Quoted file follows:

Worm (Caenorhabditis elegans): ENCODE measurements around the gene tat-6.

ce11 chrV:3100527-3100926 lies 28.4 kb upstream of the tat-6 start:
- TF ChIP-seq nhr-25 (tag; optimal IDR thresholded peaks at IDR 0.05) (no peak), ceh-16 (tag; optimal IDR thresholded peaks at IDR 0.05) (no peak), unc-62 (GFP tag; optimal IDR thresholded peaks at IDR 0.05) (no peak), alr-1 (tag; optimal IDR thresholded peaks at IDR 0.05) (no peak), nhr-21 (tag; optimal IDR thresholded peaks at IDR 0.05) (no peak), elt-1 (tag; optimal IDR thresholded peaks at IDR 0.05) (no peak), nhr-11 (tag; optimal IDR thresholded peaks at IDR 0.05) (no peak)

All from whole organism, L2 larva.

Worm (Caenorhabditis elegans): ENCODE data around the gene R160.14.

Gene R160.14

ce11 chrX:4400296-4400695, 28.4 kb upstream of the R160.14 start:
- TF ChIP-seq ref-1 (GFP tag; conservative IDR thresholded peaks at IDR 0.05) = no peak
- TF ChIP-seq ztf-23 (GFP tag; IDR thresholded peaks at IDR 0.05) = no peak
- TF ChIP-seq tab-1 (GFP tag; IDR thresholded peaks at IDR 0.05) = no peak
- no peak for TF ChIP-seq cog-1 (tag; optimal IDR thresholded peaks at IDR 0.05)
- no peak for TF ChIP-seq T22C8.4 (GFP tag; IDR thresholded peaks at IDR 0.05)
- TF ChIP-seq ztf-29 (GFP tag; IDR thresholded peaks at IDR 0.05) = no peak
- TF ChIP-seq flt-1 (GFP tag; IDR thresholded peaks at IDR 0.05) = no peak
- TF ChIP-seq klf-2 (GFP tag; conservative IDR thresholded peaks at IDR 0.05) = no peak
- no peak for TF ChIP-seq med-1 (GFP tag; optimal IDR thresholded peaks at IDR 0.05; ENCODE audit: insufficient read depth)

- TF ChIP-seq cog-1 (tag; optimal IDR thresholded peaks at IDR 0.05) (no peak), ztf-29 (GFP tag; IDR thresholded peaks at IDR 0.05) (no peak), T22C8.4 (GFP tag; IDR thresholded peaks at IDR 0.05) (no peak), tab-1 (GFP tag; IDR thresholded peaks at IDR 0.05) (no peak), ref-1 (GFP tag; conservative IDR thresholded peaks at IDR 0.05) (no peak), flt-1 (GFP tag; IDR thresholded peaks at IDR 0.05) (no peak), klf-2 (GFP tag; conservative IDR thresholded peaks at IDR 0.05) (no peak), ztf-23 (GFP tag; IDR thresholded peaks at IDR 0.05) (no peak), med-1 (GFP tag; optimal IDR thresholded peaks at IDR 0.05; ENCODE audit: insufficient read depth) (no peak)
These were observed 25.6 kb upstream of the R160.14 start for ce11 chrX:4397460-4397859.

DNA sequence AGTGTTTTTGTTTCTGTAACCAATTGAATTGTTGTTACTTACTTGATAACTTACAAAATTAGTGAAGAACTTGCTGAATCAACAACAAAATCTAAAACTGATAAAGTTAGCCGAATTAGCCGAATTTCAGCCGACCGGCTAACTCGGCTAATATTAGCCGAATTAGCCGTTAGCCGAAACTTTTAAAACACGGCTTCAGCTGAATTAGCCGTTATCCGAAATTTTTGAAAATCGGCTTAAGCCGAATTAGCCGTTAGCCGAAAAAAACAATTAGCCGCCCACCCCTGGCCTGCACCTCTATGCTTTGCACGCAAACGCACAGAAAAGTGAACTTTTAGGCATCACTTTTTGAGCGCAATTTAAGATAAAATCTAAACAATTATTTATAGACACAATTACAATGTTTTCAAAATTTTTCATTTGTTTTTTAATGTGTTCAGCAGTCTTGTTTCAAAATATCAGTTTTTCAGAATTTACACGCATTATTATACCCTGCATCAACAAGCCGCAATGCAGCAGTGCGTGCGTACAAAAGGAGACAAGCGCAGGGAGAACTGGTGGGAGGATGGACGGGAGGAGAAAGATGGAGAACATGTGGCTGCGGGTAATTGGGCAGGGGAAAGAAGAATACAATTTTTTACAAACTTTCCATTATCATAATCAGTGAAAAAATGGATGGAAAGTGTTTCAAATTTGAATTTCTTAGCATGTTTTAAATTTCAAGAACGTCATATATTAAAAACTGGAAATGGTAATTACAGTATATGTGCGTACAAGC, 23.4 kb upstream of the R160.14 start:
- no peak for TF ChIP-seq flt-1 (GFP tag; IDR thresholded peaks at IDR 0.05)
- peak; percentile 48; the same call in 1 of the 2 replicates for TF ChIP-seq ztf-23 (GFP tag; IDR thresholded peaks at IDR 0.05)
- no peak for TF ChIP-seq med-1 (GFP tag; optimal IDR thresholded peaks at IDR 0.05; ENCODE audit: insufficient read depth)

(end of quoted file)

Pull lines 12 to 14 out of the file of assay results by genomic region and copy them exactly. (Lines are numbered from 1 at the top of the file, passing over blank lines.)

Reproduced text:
- no peak for TF ChIP-seq T22C8.4 (GFP tag; IDR thresholded peaks at IDR 0.05)
- TF ChIP-seq ztf-29 (GFP tag; IDR thresholded peaks at IDR 0.05) = no peak
- TF ChIP-seq flt-1 (GFP tag; IDR thresholded peaks at IDR 0.05) = no peak